(Family Division; Ryder J; 18 September 2007)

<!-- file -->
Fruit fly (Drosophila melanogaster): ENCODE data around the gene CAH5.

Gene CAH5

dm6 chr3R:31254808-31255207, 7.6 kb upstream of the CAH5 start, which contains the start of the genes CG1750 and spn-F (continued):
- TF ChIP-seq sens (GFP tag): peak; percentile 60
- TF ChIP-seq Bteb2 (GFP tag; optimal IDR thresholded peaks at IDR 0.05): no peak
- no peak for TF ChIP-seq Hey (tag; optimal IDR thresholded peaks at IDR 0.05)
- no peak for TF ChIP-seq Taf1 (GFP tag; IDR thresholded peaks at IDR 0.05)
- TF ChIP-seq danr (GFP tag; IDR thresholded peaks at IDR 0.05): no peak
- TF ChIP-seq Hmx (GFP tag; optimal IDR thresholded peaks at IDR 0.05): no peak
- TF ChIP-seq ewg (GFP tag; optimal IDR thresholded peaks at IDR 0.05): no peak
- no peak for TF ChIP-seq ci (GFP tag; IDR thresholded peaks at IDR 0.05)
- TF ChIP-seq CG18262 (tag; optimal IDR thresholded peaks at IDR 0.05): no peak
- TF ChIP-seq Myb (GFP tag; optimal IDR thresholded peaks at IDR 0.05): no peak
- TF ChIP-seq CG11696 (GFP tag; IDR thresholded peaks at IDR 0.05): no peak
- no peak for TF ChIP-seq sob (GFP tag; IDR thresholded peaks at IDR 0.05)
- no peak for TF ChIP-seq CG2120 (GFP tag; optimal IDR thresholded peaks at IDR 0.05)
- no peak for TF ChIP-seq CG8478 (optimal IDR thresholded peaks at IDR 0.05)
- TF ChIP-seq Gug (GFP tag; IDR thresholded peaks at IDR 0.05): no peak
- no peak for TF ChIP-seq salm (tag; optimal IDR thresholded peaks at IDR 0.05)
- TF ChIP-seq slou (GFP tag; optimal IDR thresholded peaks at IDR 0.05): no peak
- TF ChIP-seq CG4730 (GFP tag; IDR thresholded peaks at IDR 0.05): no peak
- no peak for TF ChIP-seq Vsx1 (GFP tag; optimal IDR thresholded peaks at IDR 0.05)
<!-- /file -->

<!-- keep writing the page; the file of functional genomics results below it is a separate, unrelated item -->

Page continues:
The local authority and the guardian had assumed that in order to persuade the court that the child should be removed from the parent, all they had to demonstrate was that an interim threshold had been established. This was a profound error of perception that on the facts of the case amounted also to an error of law. Removal was a consideration separate from the existence of the interim threshold or the need for an interim order. When considering whether to remove a child the court had to consider whether there was an imminent risk of really serious harm; if there was not, the question of whether the mother was able to provide good enough long term care was a matter for the court to decide at a final hearing, and was not to be litigated at an interim hearing, effectively prejudging the full and profound trial of the authority case and the parents' response.